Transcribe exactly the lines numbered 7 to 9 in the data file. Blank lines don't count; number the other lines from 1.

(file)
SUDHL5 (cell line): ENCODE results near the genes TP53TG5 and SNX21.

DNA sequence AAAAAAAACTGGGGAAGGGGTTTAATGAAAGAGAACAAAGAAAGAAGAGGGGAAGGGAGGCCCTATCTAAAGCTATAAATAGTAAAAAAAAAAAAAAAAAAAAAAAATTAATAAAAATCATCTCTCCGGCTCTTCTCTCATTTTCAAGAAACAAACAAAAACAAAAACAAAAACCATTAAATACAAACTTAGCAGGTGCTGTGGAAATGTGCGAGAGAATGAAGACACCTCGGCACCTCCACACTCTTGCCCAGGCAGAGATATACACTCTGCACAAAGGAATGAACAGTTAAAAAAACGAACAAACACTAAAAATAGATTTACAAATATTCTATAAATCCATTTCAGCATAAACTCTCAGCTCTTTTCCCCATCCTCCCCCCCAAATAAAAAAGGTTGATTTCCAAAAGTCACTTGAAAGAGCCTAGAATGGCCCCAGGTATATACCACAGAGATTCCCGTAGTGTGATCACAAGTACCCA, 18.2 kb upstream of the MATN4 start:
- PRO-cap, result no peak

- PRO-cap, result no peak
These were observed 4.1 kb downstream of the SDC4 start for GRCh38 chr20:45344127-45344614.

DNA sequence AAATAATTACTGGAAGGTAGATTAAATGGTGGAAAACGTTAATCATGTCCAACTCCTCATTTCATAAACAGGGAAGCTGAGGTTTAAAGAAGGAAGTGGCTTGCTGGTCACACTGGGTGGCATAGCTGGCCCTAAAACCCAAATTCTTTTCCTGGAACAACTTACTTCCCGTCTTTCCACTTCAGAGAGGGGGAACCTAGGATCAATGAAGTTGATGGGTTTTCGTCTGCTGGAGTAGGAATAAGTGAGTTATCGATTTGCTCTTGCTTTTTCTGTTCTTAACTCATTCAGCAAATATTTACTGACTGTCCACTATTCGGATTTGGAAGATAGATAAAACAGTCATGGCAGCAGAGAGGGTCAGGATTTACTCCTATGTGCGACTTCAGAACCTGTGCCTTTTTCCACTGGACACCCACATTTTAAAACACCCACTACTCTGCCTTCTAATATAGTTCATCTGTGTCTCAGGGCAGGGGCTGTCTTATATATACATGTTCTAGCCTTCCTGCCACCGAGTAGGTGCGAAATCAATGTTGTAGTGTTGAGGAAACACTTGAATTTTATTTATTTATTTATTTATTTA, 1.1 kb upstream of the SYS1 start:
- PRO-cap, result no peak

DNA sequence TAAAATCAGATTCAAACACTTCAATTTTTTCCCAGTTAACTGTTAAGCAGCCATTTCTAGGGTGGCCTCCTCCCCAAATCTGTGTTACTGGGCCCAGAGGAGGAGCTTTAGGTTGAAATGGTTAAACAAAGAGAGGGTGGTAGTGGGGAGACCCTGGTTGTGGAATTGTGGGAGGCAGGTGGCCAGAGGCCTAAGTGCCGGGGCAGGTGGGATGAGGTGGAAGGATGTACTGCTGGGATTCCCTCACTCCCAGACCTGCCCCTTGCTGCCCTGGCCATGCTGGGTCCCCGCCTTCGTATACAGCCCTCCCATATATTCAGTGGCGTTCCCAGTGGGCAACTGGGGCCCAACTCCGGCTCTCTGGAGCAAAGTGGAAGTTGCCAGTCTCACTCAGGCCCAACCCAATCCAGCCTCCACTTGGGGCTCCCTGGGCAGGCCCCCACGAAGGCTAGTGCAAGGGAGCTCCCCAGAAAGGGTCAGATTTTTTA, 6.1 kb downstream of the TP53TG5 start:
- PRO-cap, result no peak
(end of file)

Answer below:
- PRO-cap, result no peak

DNA sequence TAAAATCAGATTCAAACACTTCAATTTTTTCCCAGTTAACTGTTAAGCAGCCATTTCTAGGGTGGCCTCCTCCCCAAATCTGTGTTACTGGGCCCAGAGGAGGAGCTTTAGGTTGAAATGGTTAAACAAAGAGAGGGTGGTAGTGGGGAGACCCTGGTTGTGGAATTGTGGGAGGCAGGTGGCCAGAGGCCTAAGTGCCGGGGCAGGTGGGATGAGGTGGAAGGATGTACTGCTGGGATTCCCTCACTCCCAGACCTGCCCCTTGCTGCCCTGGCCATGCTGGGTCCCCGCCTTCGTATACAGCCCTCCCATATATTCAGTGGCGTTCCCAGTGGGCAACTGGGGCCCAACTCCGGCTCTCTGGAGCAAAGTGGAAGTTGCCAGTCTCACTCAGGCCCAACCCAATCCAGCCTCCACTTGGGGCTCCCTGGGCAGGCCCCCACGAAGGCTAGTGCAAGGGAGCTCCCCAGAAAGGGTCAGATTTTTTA, 6.1 kb downstream of the TP53TG5 start:
- PRO-cap, result no peak